RAI, Amsterdam, from September 15 to 19, HALL 10, STAND A16


With HDR and 4K a reality, the switch to IP production is now. Designing and implementing next generation OB trucks for the English Premiere League like ARENA ultra HD trucks requires system architects that master the technology and have the integration skills.





audiences watching the same match. Judges praised the innovation, which has the potential to transform club revenues by allowing brands to tailor their message for individual territories. “Our main development this year has been the launch of the industry’s first deployment ready ‘LED/Virtual Hybrid’ technology solution,” explains Charlie Marshall, Supponor COO. “In other words, bringing the already commercially deployed virtual billboard advertising replacement technology of Supponor to compatibility with the latest generation of in-venue LED systems, providing rights owners and their broadcast and brand partners a highly compelling augmented reality solution for maximising sponsor value and audience engagement.” Supponor’s technology has been used in Spain’s La Liga — where matches featuring Barcelona and Real Madrid have carried regionalised virtual signage for a number of years — Italy’s Serie A and in England’s Premiership. It’s not just football that’s benefiting, though. Supponor also provided augmented reality digital advertising replacement solutions at the World Cup of Hockey which saw dasherboard advertising in the Air Canada Centre being transformed. “We were delighted that our belief in the power of augmented reality technology to deliver the most powerful, engaging brand and broadcaster communication medium available in sport is shining through,” says Marshall.“We have worked hard for many years to ensure that we can deliver a solution of the quality required in this kind of top-tier broadcast environment.”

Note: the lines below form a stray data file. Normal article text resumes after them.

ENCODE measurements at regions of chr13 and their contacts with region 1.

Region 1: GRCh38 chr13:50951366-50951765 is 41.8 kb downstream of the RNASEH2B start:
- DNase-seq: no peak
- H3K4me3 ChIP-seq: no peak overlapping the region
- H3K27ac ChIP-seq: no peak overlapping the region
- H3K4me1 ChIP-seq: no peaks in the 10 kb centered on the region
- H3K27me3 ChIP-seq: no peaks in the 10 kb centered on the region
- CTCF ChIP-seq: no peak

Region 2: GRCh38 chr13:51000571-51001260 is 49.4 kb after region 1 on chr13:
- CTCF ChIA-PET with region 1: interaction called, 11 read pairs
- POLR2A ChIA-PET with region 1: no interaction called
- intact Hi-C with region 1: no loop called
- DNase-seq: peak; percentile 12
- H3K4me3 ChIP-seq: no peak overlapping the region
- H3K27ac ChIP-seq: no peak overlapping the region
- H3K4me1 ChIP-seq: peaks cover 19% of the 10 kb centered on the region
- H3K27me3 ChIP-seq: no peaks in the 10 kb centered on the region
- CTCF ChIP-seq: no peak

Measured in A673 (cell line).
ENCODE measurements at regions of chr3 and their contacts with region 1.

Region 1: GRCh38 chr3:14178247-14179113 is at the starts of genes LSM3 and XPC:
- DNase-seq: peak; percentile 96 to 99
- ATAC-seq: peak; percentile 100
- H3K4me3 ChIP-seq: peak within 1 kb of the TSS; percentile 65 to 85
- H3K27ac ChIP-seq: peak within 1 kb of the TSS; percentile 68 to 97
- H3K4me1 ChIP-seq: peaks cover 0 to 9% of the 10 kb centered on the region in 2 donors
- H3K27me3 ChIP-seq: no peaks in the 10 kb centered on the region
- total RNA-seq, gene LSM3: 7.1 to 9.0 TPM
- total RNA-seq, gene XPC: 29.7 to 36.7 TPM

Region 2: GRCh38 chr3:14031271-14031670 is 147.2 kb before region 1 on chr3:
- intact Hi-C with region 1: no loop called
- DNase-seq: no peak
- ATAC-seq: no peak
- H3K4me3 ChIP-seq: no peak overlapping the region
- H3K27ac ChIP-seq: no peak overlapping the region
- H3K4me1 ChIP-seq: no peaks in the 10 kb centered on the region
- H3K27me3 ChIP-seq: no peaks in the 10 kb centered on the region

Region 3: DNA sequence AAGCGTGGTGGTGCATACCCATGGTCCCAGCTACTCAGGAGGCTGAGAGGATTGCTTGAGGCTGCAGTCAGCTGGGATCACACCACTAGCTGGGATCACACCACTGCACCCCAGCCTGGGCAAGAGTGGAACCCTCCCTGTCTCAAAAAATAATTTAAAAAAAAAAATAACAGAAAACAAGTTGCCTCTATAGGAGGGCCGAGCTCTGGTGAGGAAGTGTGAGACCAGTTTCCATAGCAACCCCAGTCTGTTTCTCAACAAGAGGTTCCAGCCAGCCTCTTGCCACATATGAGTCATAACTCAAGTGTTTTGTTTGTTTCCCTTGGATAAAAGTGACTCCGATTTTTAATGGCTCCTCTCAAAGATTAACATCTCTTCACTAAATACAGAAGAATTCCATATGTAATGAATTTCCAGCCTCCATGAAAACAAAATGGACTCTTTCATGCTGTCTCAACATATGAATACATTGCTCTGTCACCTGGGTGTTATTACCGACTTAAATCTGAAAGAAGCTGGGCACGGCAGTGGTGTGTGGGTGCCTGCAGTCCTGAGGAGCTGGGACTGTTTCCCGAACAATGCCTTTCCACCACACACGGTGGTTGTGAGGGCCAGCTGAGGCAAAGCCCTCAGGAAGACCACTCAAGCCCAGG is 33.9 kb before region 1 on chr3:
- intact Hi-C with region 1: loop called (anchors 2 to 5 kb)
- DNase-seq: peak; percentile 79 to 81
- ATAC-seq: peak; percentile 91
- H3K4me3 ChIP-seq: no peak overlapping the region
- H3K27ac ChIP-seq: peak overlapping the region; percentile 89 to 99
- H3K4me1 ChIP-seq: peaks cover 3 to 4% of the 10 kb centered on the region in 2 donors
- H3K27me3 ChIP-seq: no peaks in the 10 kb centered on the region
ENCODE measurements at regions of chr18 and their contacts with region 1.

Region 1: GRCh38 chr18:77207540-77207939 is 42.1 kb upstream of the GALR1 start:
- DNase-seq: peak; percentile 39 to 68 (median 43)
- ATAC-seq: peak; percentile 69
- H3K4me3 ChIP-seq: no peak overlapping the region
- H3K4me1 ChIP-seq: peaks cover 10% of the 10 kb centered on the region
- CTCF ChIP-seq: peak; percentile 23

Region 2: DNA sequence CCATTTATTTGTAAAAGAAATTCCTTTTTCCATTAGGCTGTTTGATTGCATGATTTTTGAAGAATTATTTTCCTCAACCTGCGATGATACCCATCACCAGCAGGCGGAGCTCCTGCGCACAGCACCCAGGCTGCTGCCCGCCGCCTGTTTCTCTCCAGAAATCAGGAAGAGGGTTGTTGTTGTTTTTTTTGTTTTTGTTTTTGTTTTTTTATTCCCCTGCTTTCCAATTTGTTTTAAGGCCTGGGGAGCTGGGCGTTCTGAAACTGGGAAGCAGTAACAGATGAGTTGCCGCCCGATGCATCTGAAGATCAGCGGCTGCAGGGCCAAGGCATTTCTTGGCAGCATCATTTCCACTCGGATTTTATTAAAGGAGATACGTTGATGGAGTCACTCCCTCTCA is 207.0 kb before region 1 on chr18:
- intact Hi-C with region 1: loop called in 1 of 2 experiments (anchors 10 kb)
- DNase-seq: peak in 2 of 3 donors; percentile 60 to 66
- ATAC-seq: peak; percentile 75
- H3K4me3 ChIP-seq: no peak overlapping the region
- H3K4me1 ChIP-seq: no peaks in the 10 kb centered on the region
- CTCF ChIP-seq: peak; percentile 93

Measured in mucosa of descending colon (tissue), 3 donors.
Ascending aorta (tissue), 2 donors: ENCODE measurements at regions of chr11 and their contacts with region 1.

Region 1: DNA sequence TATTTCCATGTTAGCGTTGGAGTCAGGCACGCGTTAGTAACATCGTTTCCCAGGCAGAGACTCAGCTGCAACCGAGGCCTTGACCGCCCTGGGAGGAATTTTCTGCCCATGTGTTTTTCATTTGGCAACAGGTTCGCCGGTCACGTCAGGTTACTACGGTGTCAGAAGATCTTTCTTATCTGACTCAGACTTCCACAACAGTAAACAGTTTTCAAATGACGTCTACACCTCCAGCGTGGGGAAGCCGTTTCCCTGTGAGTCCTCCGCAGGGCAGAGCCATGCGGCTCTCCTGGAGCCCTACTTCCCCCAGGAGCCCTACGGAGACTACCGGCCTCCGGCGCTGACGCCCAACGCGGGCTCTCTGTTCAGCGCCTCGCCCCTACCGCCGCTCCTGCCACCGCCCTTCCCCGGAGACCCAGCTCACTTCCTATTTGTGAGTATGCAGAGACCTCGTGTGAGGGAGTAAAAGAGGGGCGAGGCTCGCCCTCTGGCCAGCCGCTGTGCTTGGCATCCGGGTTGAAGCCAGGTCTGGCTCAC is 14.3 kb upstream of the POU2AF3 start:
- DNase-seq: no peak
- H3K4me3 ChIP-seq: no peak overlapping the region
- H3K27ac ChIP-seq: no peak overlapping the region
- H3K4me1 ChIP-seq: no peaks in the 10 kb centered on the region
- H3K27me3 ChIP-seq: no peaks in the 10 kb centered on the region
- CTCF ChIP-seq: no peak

Tata Communications BRIAN MORRIS


Tata Communications was selected as the exclusive video distribution partner for MotoGP and WorldSBK by Dorna earlier this year, while it also kicked off its fifth season as the official connectivity provider for Formula 1. The company says it is establishing itself as an expert in enabling motorsports to seamlessly reach millions of racing fans worldwide. According to Tata Communications, it is committed to pushing the boundaries of technology in F1, including proofs of concept in 124

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areas such as live OTT and UHD video, with the aim of bringing F1 fans closer to the action. This same mentality, says Tata Communications, is reflected in the company’s work with Dorna too. The two organisations will collaborate on several innovation projects involving technologies such as low-latency UHD, 360 degree and live OTT video feeds, as well as remote production and High Dynamic Range imaging, enabled by Tata Communications’ Media Ecosystem.

“Remote production is changing the way sports broadcasters work for good,” believes Brian Morris, vice president and general manager of global media and entertainment services. “With the world’s largest and most advanced fibre network and global cloud capabilities, we are best placed to deliver feeds with extremely low latency, high capacity, reliability, stability and consistency to match broadcasters’ requirements for faster turnarounds at lower costs. “To quench sports fans’ thirst for live content anytime, anywhere, on any device, and allow them to engage with other fans on social media platforms without missing a second of the action, more and more sports organisations are turning to Ultra Live OTT video with Tata Communications,” says Morris. “From enabling content to be delivered from anywhere in the world to any device, to delivering efficiencies through remote production and cloud media storage, we are committed to propelling our sports customers forward on their digital journey.”



With a global TV audience running to hundreds of millions, Telegenic knew it had to perform. “The stakes were high and the pressure was really on,” smiles Eamonn Curtin, the company’s commercial director. “The job went without a single technical hitch and, once again, Teamgenic worked under massive pressure to deliver the perfect product. To be the technical heartbeat of such a huge event